Two-thirds of the original survey map made by two English astronomers, Charles Mason and Jeremiah Dixon in 1767-68, of the boundary between Pennsylvania and Maryland was bought for $360,000 tonight at auction at Christie's. The figure was a world record price for an autographed map.

Outbidding the Library of Congress, which had planned to add the map of the Mason-Dixon Line to its geography and map division, was Malcolm Forbes Jr., president of Forbes magazine and the son of the magazine's founder.

"This is one of the most important documents in American history. I plan to loan it to Princeton University, which owns the other third of the map," said Forbes.

A broadside reproducing the Declaration of Independence, which was on deposit at the Historical Society of Pennsylvania, sold here tonight for $285,000.

John Flemming, a New York private book dealer, bought the broadside, which is a large printed banner, and he had a curious story to tell. "A Japanese told me to buy it for him . And then last night he called and told me not to buy it. They were worried about international repercussions. So I bought it for myself. Maybe they'll buy it quietly now."

The broadside, one of an unknown number of copies hastily printed July 4, 1776, was the final lot of a small and special sale of colonial American papers from the library of Benjamin Chew (1722-1810), a Pennsylvania patriot and statesman. Descendents of Chew put together the sale, which featured three key lots: The Broadside, the original Mason-Dixon line map and William Penn's charter for his "Holy Experiment," known as Pennsylvania, as well as 22 other lots of material related to Penn and the Mason-Dixon survey.

The sale was to raise money for a family trust, which owned them. The heirs have indicated that they now plan to donate approximately 200,000 manuscript pages of family documents to the Historical Society of Pennsylvania in Philadelphia.

"The papers have become both a shame and an encumbrance. We were unable to maintain them as we should," said John Chew Jr., a family spokesman.

Apparently, the sale raised enough cash to satisfy the trust. Nearly every lot exceeded the pre-sale estimate set by Christie's. And some lots soared beyond the expectations of the house. The total for the entire sale was $837,400, plus a 10 percent buyer's fee. All the lots were sold.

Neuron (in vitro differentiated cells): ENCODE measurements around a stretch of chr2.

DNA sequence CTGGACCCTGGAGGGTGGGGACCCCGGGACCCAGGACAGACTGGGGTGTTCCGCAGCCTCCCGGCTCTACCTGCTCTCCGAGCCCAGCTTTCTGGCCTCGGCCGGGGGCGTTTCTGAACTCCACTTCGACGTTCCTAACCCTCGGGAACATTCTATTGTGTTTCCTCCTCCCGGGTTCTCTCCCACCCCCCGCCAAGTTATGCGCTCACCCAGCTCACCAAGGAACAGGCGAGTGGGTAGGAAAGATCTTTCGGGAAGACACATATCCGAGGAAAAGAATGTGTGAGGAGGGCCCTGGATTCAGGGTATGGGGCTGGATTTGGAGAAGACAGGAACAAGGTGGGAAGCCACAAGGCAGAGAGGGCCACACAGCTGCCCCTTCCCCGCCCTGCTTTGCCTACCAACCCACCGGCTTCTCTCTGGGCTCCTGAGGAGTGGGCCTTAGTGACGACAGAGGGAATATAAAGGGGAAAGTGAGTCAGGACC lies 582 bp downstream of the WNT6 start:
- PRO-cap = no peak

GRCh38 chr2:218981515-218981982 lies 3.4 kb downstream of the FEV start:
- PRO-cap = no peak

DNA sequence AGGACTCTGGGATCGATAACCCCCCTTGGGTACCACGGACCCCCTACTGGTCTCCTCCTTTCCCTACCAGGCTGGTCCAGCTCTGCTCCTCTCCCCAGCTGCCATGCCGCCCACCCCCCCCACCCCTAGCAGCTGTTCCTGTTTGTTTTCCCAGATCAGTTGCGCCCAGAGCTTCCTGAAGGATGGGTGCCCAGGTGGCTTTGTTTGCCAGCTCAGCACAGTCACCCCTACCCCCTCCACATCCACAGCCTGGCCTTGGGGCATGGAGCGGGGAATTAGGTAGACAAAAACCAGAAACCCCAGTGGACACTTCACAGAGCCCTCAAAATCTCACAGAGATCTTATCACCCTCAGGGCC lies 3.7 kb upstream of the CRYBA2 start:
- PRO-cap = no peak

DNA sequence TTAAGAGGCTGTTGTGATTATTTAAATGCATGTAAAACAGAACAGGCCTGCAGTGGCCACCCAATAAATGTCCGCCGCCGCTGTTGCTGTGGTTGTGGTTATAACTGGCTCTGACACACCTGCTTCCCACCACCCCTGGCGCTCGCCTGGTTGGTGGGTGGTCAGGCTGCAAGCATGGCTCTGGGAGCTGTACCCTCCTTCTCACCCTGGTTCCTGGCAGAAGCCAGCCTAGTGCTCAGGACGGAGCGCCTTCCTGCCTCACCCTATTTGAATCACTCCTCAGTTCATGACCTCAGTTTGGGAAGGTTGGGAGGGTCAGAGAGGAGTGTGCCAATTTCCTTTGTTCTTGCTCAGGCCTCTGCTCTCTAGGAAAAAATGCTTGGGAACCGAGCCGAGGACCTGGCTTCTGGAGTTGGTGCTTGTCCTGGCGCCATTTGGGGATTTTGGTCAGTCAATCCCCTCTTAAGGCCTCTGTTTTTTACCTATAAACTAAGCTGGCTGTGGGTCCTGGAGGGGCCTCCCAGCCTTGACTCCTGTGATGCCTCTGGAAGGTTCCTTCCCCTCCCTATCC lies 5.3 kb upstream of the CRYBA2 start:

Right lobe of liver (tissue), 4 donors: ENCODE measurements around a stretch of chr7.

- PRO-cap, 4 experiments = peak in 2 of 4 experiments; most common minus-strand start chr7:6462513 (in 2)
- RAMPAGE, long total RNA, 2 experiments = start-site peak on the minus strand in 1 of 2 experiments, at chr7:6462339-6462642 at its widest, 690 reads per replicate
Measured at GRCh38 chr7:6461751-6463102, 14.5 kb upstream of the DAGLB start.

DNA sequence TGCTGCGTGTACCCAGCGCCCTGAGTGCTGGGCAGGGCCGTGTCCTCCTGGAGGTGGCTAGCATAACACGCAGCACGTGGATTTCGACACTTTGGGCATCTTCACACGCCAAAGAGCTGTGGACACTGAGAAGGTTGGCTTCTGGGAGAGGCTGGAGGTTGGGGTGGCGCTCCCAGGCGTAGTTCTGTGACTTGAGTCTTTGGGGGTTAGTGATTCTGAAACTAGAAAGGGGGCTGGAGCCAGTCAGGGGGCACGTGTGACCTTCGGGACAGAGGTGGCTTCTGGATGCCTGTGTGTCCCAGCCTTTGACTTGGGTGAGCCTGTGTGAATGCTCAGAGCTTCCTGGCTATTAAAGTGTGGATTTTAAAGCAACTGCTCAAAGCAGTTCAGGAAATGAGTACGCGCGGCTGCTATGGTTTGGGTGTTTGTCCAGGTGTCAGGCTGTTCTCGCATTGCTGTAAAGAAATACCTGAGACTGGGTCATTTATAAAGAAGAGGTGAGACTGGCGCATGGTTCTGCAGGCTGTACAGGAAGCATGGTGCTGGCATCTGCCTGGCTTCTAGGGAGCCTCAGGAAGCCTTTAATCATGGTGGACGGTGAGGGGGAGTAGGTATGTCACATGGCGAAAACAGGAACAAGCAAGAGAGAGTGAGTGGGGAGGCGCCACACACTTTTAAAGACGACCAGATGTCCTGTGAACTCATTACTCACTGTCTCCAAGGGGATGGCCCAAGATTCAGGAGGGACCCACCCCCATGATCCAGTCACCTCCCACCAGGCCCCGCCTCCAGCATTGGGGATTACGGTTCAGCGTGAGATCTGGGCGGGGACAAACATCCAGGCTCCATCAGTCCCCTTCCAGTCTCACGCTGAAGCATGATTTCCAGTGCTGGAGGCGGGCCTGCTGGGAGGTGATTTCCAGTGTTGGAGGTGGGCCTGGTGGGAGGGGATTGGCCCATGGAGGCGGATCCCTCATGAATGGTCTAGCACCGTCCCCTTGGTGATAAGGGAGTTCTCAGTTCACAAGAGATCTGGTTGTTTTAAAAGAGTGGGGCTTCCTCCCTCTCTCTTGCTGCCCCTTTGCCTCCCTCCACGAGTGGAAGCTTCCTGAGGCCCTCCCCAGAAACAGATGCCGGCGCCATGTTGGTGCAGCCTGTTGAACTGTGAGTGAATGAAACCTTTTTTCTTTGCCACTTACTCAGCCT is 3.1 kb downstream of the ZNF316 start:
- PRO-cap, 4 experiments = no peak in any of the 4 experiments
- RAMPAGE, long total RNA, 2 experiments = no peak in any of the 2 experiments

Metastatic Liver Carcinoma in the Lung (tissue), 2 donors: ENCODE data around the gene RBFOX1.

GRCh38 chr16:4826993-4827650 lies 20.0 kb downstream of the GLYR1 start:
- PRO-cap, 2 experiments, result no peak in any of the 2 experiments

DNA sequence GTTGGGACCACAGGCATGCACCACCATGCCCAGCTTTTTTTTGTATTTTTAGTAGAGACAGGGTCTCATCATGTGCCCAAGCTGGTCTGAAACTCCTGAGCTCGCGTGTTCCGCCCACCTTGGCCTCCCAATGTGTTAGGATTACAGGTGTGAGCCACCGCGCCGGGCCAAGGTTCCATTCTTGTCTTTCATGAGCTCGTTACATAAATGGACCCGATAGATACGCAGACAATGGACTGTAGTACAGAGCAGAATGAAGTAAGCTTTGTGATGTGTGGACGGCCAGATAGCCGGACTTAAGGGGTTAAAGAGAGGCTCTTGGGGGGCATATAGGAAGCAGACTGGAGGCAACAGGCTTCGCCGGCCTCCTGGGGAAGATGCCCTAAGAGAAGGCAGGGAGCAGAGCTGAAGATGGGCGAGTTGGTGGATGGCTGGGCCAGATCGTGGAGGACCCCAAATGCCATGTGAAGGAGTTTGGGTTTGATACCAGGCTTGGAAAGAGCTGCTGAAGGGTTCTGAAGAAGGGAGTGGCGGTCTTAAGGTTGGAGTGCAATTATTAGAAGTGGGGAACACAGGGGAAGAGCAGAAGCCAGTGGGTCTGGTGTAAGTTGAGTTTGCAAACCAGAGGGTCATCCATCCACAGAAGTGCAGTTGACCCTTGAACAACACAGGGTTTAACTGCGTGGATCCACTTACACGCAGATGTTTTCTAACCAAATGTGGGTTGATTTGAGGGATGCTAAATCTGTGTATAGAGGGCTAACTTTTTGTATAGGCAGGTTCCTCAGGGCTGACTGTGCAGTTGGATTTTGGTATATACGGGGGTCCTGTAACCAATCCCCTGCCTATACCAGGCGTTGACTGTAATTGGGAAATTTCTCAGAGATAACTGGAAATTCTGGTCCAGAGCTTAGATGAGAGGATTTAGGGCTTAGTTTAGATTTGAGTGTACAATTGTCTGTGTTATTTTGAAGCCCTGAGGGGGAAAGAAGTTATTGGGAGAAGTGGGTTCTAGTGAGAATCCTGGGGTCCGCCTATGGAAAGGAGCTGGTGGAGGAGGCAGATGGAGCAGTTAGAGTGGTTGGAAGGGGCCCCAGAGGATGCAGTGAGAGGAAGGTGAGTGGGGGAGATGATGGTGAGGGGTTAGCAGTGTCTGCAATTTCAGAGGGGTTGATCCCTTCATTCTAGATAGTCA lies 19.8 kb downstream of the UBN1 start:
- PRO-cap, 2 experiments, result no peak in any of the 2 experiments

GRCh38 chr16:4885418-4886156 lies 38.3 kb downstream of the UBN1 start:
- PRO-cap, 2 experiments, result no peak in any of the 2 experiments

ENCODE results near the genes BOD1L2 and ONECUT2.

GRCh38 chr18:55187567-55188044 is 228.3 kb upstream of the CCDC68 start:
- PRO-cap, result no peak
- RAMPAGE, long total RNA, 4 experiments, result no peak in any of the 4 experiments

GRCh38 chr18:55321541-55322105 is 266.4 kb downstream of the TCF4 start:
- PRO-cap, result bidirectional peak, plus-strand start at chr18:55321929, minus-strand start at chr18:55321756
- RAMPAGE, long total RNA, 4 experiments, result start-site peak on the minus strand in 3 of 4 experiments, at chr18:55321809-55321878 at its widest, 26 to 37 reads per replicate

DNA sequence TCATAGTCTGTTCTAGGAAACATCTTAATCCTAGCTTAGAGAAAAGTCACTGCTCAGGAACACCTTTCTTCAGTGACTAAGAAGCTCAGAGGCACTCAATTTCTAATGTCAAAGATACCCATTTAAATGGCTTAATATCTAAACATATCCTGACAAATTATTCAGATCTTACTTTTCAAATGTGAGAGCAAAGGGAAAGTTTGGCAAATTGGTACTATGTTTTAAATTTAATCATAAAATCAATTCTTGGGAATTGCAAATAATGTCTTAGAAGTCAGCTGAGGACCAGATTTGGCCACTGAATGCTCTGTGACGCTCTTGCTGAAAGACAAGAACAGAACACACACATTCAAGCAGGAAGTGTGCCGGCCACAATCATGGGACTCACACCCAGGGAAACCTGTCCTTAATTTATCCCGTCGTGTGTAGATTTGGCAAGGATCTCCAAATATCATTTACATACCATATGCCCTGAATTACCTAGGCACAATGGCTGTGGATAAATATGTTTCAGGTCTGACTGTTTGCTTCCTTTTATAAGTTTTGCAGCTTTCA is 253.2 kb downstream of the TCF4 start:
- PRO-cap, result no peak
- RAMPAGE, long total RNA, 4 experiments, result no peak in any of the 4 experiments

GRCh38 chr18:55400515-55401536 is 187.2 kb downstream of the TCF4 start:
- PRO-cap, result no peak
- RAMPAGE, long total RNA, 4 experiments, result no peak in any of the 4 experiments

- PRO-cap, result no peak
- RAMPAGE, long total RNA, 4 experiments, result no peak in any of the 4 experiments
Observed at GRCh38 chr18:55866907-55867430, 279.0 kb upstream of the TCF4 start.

During a suspenseful 38 minutes of bidding, several hundred history buffs sat virtually stock still here in the elegant main salesroom of the London-based auction house. Evening sales are generally reserved only for important paintings. This gave the sale added glamor. With 15 members of the Chew family looking on (this is also unusual), well-heeled buyers competed head on with strapped institutions, yet there was no hysteria and only an occasional joke to break the pace.

In the weeks before the sale, historical societies and libraries scrambled to find angels to help them buy the papers they wanted. The Historical Society of Pennsylvania issued a plea to the community to come up with $90,000, and the Library of Congress and the Maryland Historical Society earmarked funds to use at the sale.

According to James Mooney, head of the Historical Society of Pennsylvania, "when a museum goes into the auction business, you have to have angels. We found a few and we were able to put together a war chest."

All the Pennsylvanians--the Chews, the Historical Society and others--had hoped that the third important document, William Penn's Charter from King Charles II of England issued in 1680-1681 granting Penn's Wood, would end up in Pennsylvania. Alas, it did not. Bringing $48,000 after a momentary bidding war, the charter was sold to an anonymous American bidder.

No one, not even the auction house, knew for sure what the Mason-Dixon curiosa, the letters, maps, ledgers and journals documenting the century-long dispute between Maryland Calverts and Pennsylvania Quakers, would bring. "There's really no way to appraise this material. It's classic Americana," said Ken Nebenzahl, a Chicago dealer at the sale. After all, there is even a song named after the survey line--"Dixie."

The Historical Society of Pennsylvania made out with the key lots of this material. The printed copy of the map, the commissioner's copy, complete with seals, sold for $32,000 to the society. A set of six autographed letters from Charles Dixon to Benjamin Chew, recalling the progress of the survey, brought $12,000. The Historical Society was pleased, judging by the broad smile on Mooney's face.

David Bathurst, president of Christie's in New York and tonight's auctioneer, was also pleased. "The sale moved quickly and briskly. But frankly, as an Englishman, it felt a little funny to be selling this Revolutionary material."